Using Waldorf Principles to Foster Childhood Development
Foreword by Joan Almon
For twenty-five years this book has inspired those who care about children. In an age when play is valued less and less, it stands out as a reminder of why play has always been part of childhood and why we must not stand by and allow it to die out.
From the Foreword by Joan Almon Coordinator, Alliance for Childhood Past Chairperson, Waldorf Early Childhood Association of North America
Once again available, Children at Play can again inspire and inform! Imaginative play is more vital for a child’s future than many parents and educators realize. Children should be allowed free scope in their fantasies since it is through spontaneous creations that they gradually learn how to join the extended game of human society. The more they are allowed to be absorbed in their play, the more fully and effectively they will later take their place in the community as adults. As any parent or teacher knows, a child’s development does not follow a strictly chronological pattern and can be enhanced by concerned caregivers.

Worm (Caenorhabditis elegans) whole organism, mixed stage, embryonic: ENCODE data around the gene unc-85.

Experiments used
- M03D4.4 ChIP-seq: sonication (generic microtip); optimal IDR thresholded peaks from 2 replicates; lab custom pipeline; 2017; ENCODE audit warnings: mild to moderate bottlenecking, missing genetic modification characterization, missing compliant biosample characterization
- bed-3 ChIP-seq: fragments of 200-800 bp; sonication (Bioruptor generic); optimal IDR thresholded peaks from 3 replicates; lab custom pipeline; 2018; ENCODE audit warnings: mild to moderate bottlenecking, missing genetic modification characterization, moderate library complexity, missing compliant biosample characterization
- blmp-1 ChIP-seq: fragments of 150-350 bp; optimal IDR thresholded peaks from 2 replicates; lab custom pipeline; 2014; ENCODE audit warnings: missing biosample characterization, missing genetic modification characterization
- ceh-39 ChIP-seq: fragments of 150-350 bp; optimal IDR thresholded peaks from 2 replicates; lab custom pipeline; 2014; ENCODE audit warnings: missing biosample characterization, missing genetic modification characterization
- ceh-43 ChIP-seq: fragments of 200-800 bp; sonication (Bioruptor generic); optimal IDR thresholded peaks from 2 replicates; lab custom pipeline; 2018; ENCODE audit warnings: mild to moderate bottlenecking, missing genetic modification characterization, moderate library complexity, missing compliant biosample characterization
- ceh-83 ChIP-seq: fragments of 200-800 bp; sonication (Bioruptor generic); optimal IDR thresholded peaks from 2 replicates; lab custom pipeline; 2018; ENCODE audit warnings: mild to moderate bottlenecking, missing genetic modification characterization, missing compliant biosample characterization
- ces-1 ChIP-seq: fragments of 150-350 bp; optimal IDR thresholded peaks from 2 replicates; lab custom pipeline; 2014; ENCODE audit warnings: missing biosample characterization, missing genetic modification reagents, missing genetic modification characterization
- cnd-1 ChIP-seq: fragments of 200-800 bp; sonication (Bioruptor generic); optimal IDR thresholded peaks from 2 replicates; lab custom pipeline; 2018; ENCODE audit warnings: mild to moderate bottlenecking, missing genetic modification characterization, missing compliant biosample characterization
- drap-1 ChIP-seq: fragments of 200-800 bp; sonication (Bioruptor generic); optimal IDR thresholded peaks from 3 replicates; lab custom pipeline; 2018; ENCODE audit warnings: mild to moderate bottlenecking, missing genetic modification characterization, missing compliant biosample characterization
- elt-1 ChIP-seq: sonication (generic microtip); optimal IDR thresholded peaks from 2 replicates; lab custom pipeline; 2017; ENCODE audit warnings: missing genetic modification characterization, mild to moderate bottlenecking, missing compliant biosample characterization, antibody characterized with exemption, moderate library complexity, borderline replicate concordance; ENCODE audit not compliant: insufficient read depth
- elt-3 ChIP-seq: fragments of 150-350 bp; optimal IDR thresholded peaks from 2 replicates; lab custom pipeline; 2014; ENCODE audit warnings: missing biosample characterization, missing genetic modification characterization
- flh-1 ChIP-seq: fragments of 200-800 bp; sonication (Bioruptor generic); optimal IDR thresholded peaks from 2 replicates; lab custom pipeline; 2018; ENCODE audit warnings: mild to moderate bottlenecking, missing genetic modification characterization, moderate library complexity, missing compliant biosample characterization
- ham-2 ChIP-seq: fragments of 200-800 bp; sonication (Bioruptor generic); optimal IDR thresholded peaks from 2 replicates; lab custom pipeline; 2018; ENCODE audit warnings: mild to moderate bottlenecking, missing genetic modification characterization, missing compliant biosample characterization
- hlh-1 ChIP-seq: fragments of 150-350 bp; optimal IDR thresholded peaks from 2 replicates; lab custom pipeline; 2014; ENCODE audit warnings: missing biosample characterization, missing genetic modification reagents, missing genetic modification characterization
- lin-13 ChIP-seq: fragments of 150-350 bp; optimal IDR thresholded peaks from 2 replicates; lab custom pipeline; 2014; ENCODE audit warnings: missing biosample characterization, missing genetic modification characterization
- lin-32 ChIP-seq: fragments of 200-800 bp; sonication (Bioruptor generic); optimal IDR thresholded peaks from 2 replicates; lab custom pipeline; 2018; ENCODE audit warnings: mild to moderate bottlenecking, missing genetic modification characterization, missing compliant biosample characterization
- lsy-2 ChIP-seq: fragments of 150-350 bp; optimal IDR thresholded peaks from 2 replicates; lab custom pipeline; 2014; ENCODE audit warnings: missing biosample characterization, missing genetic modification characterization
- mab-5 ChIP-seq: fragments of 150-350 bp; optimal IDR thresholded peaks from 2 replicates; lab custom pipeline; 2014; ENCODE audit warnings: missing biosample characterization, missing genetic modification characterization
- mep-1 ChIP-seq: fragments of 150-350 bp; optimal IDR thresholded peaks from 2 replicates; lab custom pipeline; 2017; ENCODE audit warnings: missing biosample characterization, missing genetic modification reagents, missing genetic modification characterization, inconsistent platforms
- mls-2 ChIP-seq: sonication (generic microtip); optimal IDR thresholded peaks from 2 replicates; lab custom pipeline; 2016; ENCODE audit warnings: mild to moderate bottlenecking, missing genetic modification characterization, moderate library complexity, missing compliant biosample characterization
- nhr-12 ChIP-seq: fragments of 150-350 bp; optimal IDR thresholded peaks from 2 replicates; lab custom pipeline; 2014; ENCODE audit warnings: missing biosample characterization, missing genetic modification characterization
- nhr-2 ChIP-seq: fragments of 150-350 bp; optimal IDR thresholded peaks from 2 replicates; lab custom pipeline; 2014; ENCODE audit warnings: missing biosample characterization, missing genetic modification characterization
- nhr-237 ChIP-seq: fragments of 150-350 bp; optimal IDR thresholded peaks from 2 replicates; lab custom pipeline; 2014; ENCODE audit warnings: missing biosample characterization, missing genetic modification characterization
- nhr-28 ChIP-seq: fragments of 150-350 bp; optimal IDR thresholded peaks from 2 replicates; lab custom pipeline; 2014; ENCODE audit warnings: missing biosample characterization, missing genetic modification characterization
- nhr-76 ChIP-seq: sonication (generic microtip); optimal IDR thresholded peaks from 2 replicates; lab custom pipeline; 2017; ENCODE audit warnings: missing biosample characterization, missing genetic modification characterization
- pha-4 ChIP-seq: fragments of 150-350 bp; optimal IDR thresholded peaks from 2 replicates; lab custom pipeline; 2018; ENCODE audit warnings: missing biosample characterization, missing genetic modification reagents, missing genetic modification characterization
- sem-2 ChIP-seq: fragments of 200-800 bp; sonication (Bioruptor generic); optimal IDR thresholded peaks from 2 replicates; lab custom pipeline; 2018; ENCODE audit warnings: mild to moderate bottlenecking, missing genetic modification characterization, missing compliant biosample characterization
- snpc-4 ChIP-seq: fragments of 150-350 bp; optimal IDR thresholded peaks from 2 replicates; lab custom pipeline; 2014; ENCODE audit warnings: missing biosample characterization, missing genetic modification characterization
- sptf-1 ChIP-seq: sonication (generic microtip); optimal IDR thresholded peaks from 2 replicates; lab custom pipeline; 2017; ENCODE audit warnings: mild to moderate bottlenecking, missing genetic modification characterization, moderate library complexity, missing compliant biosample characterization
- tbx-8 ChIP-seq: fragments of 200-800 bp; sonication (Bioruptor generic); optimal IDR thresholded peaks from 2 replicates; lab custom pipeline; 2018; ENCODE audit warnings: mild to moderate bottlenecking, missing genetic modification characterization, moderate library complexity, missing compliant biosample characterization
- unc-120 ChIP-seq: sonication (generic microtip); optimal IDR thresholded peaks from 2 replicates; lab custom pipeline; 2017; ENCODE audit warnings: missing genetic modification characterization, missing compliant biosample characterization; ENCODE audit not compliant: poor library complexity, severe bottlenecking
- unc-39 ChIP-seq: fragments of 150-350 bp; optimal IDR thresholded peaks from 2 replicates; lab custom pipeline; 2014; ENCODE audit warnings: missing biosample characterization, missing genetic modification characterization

Drawing on her experiences as a mother and student of Rudolf Steiner’s system of education, author Heidi Britz-Crecelius emphasizes the different qualities of play that may extend through more than one phase of games, toys, and art supplies that further the mobility of the mind and the powers of expression without the burden that premature schooling can place on children. Offering many practical suggestions and an extensive, up-to-date list of resources for today’s families, Children at Play gives a refreshing and timely warning to a technological society concerned about the welfare of its children.